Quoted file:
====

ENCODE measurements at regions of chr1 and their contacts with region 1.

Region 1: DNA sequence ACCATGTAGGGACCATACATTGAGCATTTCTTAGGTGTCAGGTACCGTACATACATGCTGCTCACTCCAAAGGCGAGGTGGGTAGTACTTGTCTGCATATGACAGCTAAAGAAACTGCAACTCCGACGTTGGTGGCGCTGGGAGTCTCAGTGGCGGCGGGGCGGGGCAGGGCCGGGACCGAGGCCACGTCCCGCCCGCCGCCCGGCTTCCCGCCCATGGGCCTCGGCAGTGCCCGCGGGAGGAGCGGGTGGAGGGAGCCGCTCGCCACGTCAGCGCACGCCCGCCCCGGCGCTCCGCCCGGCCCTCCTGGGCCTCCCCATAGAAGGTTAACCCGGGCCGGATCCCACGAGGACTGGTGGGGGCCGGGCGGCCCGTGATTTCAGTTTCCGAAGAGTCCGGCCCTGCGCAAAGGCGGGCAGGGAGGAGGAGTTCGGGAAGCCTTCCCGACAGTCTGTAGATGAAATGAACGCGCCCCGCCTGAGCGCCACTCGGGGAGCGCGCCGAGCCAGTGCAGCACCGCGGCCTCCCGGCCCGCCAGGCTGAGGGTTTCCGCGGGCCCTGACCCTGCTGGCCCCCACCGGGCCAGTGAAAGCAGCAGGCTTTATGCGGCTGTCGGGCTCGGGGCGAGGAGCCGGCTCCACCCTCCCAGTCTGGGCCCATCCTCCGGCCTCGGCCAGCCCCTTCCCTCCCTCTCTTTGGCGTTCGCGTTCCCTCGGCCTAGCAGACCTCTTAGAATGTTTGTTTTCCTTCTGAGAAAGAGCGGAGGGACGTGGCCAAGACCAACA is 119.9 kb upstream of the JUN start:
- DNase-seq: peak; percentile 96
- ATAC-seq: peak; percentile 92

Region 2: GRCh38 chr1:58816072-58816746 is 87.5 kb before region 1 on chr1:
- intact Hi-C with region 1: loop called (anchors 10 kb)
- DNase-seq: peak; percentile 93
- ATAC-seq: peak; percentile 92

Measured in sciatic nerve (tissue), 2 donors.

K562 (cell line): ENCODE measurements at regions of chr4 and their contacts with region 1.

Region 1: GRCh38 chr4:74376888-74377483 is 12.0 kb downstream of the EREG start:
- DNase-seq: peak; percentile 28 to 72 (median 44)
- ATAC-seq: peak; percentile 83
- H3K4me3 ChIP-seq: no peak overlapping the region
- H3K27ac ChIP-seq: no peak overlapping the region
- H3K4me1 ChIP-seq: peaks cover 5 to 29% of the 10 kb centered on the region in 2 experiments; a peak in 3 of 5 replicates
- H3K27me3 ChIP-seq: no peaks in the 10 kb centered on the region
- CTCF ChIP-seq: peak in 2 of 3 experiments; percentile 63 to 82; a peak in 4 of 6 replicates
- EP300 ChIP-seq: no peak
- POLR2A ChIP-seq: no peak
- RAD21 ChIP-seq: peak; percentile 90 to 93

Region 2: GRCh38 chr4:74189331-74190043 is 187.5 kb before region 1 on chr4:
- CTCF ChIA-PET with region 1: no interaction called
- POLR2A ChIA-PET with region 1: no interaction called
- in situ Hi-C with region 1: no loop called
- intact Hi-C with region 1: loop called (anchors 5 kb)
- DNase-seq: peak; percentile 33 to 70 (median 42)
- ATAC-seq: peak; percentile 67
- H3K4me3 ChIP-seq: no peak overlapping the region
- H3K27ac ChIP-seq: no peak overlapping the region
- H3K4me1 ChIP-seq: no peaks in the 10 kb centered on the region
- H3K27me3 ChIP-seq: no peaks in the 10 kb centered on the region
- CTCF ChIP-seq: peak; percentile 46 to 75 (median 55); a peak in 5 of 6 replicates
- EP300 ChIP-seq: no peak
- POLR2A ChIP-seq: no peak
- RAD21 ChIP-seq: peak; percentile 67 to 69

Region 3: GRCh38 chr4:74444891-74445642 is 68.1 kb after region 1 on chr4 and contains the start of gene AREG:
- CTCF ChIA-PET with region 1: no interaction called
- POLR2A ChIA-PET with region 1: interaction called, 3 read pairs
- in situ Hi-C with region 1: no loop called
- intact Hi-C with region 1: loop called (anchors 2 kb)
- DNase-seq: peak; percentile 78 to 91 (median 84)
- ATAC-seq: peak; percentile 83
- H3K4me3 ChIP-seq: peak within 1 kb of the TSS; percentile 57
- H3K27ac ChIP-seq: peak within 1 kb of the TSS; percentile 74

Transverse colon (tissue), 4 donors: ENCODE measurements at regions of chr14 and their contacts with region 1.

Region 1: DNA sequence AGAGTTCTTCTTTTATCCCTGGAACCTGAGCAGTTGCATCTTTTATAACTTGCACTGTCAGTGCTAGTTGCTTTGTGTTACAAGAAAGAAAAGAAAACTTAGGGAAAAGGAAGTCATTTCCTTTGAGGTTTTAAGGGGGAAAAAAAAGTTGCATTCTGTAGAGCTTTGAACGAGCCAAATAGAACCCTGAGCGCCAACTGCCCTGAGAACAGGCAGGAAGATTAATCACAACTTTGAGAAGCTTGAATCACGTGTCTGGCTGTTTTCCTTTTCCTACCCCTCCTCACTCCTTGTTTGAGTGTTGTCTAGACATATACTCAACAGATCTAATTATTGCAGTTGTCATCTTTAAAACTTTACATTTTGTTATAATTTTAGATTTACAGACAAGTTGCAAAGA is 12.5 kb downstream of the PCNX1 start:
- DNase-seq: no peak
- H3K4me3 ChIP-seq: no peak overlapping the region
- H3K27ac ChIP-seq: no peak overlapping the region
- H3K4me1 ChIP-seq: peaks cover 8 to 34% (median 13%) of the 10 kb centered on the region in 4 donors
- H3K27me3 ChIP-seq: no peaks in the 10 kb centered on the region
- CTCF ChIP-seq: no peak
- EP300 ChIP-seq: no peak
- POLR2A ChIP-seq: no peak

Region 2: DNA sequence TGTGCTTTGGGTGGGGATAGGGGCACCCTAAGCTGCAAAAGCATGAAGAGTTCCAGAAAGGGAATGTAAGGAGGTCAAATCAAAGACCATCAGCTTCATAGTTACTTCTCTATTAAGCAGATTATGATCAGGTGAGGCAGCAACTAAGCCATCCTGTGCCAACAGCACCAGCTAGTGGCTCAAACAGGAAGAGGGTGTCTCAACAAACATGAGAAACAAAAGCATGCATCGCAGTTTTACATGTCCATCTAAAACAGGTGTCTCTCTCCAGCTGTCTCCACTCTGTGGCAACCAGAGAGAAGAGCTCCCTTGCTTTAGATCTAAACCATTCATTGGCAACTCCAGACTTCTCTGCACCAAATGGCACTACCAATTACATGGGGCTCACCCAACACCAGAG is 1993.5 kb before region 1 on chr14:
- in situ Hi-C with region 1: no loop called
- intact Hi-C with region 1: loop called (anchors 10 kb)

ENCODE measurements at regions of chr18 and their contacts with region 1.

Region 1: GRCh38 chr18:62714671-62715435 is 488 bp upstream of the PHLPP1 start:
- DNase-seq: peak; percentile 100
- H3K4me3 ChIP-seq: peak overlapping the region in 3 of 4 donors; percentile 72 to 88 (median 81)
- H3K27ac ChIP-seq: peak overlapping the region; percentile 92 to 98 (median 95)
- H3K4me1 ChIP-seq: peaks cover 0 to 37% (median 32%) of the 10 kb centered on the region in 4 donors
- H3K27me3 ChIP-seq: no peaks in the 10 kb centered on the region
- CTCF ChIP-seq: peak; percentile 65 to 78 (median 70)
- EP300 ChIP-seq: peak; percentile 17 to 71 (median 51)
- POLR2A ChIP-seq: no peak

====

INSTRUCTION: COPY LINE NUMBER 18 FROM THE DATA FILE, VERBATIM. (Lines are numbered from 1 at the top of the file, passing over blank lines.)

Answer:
- CTCF ChIP-seq: peak in 2 of 3 experiments; percentile 63 to 82; a peak in 4 of 6 replicates